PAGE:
Read also

Joaquin Luna

Hostages in exchange for truce

Islamic Jihad releases a video of two Israeli hostages, aged 12 and 76, whom it offers to free

The military campaign in Gaza continues to progress, although it is too soon to have a reliable portrait of the importance of the military advances and successes that the Israel Defense Forces disseminate every day. In the same way that in the Gaza Strip, living conditions are only getting worse, although the Palestinians have demonstrated for decades an exceptional capacity for survival, beyond imagination. Gaza's death tally continues to rise and reaches 10,812 lives, according to Hamas.

At the regional level, in the prevailing tone of containment, the United States attacked an ammunition base in Syria in the early hours of yesterday, in Maysalun, near the border with Israel, as a warning to the groups and militias to which it accuses him of harassing his troops in the region. According to the Pentagon, US bases and posts in the Middle East have been attacked 41 times since the fateful day of October 7.

Read also

Author Profile

Nathan Rivera
Allow me to introduce myself. I am Nathan Rivera, a dedicated journalist who has had the privilege of writing for the online newspaper Today90. My journey in the world of journalism has been a testament to the power of dedication, integrity, and passion.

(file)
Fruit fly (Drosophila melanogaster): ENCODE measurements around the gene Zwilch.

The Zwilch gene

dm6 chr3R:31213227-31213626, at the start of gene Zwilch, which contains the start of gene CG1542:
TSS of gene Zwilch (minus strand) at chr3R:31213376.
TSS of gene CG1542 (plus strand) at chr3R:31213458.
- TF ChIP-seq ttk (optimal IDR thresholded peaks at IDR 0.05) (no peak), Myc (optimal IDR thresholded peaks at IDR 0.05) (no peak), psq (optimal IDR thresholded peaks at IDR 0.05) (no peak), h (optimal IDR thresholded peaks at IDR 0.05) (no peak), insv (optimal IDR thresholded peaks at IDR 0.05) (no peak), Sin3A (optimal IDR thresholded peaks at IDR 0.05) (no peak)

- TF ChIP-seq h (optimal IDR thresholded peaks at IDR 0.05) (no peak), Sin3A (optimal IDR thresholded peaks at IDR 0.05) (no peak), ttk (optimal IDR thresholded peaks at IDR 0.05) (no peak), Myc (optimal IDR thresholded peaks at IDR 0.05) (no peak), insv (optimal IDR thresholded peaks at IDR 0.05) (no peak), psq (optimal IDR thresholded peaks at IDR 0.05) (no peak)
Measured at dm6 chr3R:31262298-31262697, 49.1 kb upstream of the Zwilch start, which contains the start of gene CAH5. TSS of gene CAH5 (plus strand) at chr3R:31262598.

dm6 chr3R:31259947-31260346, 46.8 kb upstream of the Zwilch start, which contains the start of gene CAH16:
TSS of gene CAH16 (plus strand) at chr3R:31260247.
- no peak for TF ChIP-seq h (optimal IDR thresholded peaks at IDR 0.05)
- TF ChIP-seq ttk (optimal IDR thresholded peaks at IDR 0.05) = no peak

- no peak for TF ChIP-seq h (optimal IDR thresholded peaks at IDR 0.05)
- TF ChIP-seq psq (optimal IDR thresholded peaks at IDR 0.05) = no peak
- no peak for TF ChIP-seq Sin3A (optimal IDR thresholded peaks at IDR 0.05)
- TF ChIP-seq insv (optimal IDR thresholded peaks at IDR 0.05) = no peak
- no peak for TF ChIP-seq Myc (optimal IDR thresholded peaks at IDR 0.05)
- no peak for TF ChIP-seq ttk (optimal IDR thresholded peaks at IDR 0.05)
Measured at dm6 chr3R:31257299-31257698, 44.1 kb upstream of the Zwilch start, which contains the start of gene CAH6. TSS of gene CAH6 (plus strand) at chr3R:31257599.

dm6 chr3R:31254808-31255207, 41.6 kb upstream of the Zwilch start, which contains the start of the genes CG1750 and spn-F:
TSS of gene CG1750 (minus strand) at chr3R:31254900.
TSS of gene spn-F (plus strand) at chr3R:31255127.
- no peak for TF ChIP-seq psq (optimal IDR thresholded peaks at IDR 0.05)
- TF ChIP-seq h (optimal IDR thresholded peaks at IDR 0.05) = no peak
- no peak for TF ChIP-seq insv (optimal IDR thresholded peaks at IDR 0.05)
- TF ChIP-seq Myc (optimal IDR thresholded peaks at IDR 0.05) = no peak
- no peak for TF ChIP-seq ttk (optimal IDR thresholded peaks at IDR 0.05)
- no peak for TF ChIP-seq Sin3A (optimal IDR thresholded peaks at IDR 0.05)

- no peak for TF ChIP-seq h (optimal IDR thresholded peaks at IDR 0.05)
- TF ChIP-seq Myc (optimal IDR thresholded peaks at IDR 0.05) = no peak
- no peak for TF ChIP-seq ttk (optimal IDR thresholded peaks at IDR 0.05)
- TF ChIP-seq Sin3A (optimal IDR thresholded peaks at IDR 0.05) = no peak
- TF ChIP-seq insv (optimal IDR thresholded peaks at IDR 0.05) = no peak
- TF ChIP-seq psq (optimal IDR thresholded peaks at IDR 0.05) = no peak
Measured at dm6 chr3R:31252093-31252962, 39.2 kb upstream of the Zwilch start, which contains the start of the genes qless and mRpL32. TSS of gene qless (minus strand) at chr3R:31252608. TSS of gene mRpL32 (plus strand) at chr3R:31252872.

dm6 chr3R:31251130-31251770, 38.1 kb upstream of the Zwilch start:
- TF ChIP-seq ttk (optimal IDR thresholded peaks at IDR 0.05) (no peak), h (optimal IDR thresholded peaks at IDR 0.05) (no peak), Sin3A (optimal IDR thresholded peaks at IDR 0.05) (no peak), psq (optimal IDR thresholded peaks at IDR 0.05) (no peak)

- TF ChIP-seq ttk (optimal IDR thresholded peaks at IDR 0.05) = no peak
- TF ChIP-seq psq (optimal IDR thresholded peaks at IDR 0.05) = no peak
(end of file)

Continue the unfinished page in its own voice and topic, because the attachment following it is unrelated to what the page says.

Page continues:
My story began with a relentless thirst for knowledge and an innate curiosity about the events shaping our world. I graduated with honors in Investigative Journalism from a renowned university, laying the foundation for what would become a fulfilling career in the field.

What sets me apart is my unwavering commitment to uncovering the truth. I refuse to settle for superficial answers or preconceived narratives. Instead, I constantly challenge the status quo, delving deep into complex issues to reveal the reality beneath the surface. My dedication to investigative journalism has uncovered numerous scandals and shed light on issues others might prefer to ignore.

I am also a staunch advocate for press freedom. I have tirelessly fought to protect the rights of journalists and have faced significant challenges in my quest to inform the public truthfully and without constraints. My courage in defending these principles serves as an example to all who believe in the power of journalism to change the world.

Throughout my career, I have been honored with numerous awards and recognitions for my outstanding work in journalism. My investigations have changed policies, exposed corruption, and given a voice to those who had none. My commitment to truth and justice makes me a beacon of hope in a world where misinformation often prevails.

At Today90, I continue to be a driving force behind journalistic excellence. My tireless dedication to fair and accurate reporting is an invaluable asset to the editorial team. My biography is a living testament to the importance of journalism in our society and a reminder that a dedicated journalist can make a difference in the world.